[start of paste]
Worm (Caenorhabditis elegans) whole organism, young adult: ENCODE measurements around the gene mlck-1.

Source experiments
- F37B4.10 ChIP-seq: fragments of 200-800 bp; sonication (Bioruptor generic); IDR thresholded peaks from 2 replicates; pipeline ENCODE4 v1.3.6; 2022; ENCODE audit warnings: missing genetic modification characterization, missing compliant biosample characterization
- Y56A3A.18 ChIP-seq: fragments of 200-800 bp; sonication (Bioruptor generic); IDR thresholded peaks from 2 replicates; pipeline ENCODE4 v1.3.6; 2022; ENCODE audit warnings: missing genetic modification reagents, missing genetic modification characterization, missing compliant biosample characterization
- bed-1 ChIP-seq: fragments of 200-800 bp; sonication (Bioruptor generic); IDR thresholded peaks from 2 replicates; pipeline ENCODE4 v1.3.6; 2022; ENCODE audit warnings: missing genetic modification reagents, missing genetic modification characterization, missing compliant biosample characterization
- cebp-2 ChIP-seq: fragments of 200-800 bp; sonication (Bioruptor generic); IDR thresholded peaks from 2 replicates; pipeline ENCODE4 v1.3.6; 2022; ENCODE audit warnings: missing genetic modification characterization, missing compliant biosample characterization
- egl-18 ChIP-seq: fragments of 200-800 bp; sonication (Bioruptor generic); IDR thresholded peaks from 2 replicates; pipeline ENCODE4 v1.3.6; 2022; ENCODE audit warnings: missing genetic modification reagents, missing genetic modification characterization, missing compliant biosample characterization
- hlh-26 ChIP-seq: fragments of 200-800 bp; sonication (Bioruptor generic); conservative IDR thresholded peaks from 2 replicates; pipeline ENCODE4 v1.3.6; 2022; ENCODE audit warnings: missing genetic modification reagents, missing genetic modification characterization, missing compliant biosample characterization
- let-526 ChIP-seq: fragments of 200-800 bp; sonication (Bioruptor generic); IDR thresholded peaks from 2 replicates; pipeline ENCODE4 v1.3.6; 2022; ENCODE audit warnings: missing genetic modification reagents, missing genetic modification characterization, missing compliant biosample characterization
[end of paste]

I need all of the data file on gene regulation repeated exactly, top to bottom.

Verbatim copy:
Worm (Caenorhabditis elegans) whole organism, young adult: ENCODE measurements around the gene mlck-1.

Source experiments
- F37B4.10 ChIP-seq: fragments of 200-800 bp; sonication (Bioruptor generic); IDR thresholded peaks from 2 replicates; pipeline ENCODE4 v1.3.6; 2022; ENCODE audit warnings: missing genetic modification characterization, missing compliant biosample characterization
- Y56A3A.18 ChIP-seq: fragments of 200-800 bp; sonication (Bioruptor generic); IDR thresholded peaks from 2 replicates; pipeline ENCODE4 v1.3.6; 2022; ENCODE audit warnings: missing genetic modification reagents, missing genetic modification characterization, missing compliant biosample characterization
- bed-1 ChIP-seq: fragments of 200-800 bp; sonication (Bioruptor generic); IDR thresholded peaks from 2 replicates; pipeline ENCODE4 v1.3.6; 2022; ENCODE audit warnings: missing genetic modification reagents, missing genetic modification characterization, missing compliant biosample characterization
- cebp-2 ChIP-seq: fragments of 200-800 bp; sonication (Bioruptor generic); IDR thresholded peaks from 2 replicates; pipeline ENCODE4 v1.3.6; 2022; ENCODE audit warnings: missing genetic modification characterization, missing compliant biosample characterization
- egl-18 ChIP-seq: fragments of 200-800 bp; sonication (Bioruptor generic); IDR thresholded peaks from 2 replicates; pipeline ENCODE4 v1.3.6; 2022; ENCODE audit warnings: missing genetic modification reagents, missing genetic modification characterization, missing compliant biosample characterization
- hlh-26 ChIP-seq: fragments of 200-800 bp; sonication (Bioruptor generic); conservative IDR thresholded peaks from 2 replicates; pipeline ENCODE4 v1.3.6; 2022; ENCODE audit warnings: missing genetic modification reagents, missing genetic modification characterization, missing compliant biosample characterization
- let-526 ChIP-seq: fragments of 200-800 bp; sonication (Bioruptor generic); IDR thresholded peaks from 2 replicates; pipeline ENCODE4 v1.3.6; 2022; ENCODE audit warnings: missing genetic modification reagents, missing genetic modification characterization, missing compliant biosample characterization